Mayor Richard Alcombright said the raising of fees still won't fix the city's financial concerns for future years.
NORTH ADAMS, Mass. — The City Council approved Tuesday increasing sewer and water prices and raising the fine for parking violations to help balance the budget.
The City Council believes the increased fees will raise $426,500 in additional revenue to help close a $675,000 budget gap. The budget is proposed at $37,740,793.
"I am against any increases to any fees during hard times," Councilor Wayne Wilkinson said. "However, after sitting through all the Finance Committee meetings and seeing where the city is and what we have to lose, I am looking at it as the lesser of two evils."
Mayor Richard Alcombright said expectations are that the increased fees will cost an additional $35 for a two-person household and $66 for a four-person household annually.
"I am bringing this forward because I have no choice," the mayor said. "It boils down to a set of significant cuts that can impact services or it boils down to raising fees so that we can manage these things for the next cycle and try to figure out what is next.”
Alcombright said the passing of the revenue package will allow the draft budget to be bound and provided to the City Council at the June 17 special meeting with minor changes. The mayor said there will be no “game changers” in the finalized draft budget.
"I want this council and our community to understand that this revenue package combined with cuts and reductions will only get us through the upcoming fiscal year," he said. "This is not a fix for our problems, and the citizens of North Adams need to come to the understanding … that this administration does not have a spending problem; the city has a revenue problem."
Councilman Keith Bona agreed with the mayor and said the city is not unfamiliar with these financial conditions but the big difference now is that there is no reserves to fall back on.
"Really what we are going through this year is similar to what we have been going through for several years, and the big difference is our reserves are pretty much gone,” Bona said. "We have nothing to fall back on; basically for the past eight years we have been covering these increases by using our reserves and there is nothing left."
Alcombright said despite the cuts in state aid and increases in city expenses, the city must still maintain roads and the water system, educate children, and protect the North Adams citizens from fire and crime.
The approved water rate increases of 10 percent will bring the rate from $3.50 to $3.85 per 100 cubic feet. The mayor expects this to generate $161,800.
Nonresident connections in Williamstown will pay $7.32 per 100 cubic feet, which is 90 percent above the resident rate. Nonresident connections in Clarksburg will pay $6.63 per 100 cubic feet, which is 72 percent over the residential rate.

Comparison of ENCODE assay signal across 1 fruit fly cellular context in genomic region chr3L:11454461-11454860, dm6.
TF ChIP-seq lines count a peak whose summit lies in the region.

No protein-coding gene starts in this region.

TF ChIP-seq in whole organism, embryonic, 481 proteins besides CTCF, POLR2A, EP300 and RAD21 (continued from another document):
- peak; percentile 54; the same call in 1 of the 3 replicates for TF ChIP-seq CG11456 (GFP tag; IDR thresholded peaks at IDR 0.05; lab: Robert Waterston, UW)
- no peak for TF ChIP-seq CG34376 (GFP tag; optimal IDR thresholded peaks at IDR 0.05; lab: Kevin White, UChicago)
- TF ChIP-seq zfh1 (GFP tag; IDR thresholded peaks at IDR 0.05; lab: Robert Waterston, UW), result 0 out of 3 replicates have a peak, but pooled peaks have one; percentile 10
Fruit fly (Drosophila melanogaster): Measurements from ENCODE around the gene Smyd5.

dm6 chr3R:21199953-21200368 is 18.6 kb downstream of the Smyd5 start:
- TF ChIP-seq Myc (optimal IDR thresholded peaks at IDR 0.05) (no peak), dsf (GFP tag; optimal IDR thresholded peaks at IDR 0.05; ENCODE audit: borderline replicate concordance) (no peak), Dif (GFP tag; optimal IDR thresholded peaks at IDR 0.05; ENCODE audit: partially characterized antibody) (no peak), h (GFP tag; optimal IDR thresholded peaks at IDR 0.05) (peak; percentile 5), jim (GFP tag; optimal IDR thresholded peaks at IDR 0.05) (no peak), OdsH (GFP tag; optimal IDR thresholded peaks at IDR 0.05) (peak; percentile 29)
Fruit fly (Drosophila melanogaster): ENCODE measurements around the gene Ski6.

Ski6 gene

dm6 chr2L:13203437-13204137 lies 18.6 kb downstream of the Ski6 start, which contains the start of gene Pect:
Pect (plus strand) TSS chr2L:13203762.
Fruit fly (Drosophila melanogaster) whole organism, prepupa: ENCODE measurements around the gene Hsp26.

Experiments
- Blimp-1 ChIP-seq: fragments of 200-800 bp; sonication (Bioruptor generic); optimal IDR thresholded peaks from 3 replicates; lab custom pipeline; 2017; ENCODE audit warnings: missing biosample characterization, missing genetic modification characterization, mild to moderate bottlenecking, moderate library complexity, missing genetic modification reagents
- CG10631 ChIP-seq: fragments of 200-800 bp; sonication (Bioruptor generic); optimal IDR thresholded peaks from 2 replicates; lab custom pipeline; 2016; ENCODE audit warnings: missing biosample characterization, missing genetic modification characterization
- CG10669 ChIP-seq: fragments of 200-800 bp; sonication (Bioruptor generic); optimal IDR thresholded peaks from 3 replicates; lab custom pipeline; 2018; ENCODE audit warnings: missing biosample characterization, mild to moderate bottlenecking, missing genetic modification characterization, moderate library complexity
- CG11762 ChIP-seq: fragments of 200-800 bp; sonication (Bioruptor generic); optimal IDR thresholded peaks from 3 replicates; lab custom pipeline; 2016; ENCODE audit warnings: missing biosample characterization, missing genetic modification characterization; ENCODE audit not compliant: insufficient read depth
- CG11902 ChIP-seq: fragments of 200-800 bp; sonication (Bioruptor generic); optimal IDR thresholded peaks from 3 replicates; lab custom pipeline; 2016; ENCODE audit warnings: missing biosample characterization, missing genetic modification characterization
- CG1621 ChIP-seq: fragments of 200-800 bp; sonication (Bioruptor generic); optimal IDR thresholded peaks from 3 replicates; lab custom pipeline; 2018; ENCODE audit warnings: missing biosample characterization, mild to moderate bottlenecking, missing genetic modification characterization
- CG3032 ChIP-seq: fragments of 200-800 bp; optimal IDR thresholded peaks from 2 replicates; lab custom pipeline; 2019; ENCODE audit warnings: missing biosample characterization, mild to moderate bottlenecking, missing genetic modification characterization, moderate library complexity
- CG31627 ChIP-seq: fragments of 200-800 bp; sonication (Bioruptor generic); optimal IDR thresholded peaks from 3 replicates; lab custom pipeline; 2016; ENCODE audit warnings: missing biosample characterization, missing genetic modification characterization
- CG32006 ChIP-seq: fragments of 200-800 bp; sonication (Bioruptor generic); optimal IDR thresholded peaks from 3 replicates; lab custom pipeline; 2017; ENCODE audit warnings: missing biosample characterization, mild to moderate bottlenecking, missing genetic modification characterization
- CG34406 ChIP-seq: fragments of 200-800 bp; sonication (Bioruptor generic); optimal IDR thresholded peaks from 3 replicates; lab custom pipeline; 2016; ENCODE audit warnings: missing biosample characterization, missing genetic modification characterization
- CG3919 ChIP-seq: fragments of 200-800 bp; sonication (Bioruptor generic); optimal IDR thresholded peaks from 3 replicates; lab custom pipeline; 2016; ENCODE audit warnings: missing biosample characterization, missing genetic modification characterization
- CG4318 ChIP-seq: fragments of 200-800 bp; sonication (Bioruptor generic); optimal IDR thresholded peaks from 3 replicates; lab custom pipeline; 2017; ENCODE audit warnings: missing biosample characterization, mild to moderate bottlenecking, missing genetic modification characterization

The City Council passed this part of the revenue package 8-1.
The sewer rate will increase 8 percent. This will increase the $1.47 to 1.93 per hundred cubic feet of water use. The mayor expects these increases to generate $210,400.
Sewer users who do not use North Adams water will now pay a 27.50 quarterly fee.
The City Council approved the increase 8-1.
Councilor Keith Bona, on the right, said the city has faced these financial issues before but always had reserves to help.
Councilman Eric Buddington said he would eventually like to see the water and sewer departments switch to enterprise funding.
“The start-up cost makes that impossible in the short term, but just philosophically I’d much rather get the city’s general revenue from taxes and use things like fees to fund specific services and fines just to change behavior when we need to, but not treat those as revenue sources although sadly that is the corner we are in," Buddington said.
Alcombright agreed that enterprise funding would be more beneficial and would be worth doing when the city is more stable financially.
The City Council unanimously approved all increases to parking violations. The mayor said he expects the increase in fees to generate $54,300.
The council showed concern over whether or not the fees are a reliable form of a revenue because of the cost of policing violations. Bona wondered if the minor ticket fine would actually be beneficial because of the costs to process it.
Alcombright said the majority of the parking clerk’s pay comes from parking permits.
Bona inquired if over-enforcing would be detrimental to North Adam’s businesses. The mayor said he does not foresee enforcement reaching a level of a city like Pittsfield.
“If they are punitive, than let them be punitive, but we can’t be so ridiculous about it that we basically drive business away,” he said.
The City Council asked if some fines were even cost effective and even necessary. The mayor said it is important to have a fine for all infractions so they can be enforced.
Councilwomen Jenifer Breen showed concern over the consistency of revenue the tickets will provide. The mayor said that the city can be more adamant about enforcing violations.
The council agreed that they would like to distinguish public safety violations form normal violations with larger fees for dangerous infractions. The mayor said these can be worked out.
In discussing other ways to mend the budget, Breen asked if it was possible to switch to uncompensated overtime, which is a practice largely found in the private sector.
The mayor believed this would cause needed employees to leave in search of better paying jobs.
"I agree with you, councilor; I came from the private sector and you pretty much worked until the job was done," he said. "The public sector has a different mentality. ... My biggest concern with a 10 percent cut is that we really will lose staff and won’t be able to fill them with qualified certified people."
The Finance Committee will meet Wednesday night to continue working on the budget.